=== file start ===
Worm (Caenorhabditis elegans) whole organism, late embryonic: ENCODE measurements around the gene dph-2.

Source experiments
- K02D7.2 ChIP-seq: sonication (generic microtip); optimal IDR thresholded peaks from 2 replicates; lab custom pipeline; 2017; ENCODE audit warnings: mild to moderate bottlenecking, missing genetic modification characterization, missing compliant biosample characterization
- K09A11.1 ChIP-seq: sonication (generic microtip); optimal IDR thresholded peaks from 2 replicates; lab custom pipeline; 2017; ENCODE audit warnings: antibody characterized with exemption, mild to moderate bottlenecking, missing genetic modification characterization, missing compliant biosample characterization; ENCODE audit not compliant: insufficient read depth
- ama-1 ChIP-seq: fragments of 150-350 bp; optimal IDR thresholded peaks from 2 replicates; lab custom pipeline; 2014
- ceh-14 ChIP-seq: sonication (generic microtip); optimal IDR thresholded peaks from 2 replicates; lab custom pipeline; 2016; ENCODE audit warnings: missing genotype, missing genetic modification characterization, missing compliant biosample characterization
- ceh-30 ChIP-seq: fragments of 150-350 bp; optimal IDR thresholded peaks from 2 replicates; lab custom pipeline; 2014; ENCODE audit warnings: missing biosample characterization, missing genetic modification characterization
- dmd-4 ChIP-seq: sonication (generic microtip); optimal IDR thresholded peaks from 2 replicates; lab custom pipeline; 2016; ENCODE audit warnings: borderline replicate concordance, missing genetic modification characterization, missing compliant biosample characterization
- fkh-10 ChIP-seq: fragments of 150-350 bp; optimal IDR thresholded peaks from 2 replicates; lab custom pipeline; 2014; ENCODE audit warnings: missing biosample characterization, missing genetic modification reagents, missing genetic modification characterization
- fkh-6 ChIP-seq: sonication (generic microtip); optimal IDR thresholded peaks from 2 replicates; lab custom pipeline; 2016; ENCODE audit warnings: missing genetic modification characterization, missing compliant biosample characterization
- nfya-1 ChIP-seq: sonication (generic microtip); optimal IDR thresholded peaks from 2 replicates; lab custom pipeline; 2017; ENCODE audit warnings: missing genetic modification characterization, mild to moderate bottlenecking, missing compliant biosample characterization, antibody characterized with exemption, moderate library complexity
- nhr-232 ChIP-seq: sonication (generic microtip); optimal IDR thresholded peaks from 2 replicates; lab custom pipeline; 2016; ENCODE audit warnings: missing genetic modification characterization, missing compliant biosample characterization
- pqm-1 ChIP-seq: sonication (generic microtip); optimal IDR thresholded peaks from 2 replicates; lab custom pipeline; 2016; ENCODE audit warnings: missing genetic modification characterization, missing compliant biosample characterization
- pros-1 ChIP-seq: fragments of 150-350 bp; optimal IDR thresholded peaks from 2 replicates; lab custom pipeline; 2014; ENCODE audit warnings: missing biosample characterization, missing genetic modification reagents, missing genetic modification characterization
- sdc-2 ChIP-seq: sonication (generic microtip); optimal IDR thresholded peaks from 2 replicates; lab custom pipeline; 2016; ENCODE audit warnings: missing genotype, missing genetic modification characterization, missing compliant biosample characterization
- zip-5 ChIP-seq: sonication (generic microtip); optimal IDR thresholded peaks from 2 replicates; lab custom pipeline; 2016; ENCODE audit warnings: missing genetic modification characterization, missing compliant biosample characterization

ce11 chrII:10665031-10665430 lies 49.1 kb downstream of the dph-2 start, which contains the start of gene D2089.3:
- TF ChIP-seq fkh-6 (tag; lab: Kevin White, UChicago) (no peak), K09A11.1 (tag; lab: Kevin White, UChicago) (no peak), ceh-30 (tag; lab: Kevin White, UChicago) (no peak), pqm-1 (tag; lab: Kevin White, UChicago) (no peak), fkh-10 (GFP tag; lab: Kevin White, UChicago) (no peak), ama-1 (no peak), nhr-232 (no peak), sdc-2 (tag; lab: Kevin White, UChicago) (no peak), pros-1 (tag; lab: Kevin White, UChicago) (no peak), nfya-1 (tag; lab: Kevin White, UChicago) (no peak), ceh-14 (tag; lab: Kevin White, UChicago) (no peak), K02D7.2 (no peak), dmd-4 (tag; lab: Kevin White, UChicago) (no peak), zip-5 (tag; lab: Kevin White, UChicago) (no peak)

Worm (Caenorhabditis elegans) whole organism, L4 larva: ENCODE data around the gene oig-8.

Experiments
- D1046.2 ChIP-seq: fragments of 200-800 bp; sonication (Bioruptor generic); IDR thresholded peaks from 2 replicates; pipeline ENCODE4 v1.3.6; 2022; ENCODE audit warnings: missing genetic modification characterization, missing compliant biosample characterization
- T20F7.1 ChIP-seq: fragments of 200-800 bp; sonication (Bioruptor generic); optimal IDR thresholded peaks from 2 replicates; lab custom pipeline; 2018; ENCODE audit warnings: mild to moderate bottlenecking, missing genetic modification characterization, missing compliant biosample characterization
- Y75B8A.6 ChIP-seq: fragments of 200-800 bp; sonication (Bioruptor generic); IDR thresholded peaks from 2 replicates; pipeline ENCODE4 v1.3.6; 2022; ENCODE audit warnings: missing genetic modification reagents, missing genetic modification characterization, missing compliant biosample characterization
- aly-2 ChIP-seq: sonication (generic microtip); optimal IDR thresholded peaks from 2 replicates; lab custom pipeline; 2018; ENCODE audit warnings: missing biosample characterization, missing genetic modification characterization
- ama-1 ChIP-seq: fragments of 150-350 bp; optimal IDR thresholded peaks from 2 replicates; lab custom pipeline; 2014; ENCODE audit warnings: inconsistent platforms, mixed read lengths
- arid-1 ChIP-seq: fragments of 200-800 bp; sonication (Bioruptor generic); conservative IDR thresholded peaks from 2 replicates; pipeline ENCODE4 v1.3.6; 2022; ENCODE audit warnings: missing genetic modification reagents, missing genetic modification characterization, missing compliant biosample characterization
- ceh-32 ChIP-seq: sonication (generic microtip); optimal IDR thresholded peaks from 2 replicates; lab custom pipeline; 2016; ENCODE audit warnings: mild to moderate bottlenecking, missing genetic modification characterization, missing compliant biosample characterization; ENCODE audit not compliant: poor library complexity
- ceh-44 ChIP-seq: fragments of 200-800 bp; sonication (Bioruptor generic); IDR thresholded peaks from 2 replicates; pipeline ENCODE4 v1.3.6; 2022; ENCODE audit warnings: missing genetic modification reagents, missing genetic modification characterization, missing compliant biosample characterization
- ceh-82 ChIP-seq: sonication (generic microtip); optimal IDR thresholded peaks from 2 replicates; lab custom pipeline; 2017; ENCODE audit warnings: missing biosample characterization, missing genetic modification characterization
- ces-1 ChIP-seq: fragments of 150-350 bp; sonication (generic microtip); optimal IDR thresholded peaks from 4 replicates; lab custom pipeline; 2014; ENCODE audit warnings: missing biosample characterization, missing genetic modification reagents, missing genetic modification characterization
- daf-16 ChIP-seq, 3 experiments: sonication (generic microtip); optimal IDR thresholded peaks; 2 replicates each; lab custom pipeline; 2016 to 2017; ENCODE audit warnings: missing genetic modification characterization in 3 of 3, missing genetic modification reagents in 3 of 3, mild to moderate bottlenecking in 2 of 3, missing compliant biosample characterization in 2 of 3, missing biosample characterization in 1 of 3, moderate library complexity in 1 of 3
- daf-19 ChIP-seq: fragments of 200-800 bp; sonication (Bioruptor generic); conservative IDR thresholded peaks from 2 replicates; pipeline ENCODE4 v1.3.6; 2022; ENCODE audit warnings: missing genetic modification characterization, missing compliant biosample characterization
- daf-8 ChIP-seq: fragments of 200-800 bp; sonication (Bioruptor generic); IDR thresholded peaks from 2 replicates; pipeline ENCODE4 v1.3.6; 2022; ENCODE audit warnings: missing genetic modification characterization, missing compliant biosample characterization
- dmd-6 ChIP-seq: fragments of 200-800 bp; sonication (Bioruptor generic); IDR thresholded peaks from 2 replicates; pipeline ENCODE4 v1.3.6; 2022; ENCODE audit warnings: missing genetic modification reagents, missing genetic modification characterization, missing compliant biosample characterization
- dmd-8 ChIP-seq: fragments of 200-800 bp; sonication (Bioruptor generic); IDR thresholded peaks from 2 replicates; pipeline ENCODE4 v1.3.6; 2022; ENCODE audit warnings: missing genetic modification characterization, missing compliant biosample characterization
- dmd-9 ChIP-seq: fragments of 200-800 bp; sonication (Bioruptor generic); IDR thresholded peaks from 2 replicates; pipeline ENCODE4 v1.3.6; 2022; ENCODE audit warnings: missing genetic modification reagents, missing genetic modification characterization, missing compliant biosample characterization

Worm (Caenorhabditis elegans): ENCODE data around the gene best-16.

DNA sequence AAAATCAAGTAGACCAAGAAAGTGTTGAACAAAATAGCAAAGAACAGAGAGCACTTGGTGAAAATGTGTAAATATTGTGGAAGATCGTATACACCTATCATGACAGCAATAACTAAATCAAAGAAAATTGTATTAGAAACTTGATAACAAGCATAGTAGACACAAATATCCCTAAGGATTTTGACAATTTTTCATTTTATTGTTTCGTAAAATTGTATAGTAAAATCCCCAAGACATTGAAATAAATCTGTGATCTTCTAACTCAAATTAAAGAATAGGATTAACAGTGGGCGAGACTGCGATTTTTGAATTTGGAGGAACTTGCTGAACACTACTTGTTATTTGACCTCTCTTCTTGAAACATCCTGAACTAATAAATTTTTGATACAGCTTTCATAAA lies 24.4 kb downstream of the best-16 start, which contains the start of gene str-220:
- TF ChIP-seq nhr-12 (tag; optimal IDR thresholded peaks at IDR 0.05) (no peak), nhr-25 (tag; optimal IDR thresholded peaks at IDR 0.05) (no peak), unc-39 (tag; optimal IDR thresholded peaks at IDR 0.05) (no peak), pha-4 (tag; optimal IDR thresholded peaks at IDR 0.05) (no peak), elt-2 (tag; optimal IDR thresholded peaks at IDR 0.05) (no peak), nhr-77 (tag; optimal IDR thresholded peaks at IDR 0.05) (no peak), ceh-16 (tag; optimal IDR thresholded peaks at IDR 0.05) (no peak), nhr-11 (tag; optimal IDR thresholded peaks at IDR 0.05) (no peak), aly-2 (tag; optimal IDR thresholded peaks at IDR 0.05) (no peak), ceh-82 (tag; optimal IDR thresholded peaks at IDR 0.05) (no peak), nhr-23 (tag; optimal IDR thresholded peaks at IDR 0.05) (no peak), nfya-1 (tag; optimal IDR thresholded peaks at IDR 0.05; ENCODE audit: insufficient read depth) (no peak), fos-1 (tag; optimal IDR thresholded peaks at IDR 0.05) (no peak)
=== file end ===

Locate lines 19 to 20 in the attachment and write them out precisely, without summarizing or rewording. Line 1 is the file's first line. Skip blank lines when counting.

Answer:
Worm (Caenorhabditis elegans) whole organism, L4 larva: ENCODE data around the gene oig-8.

Experiments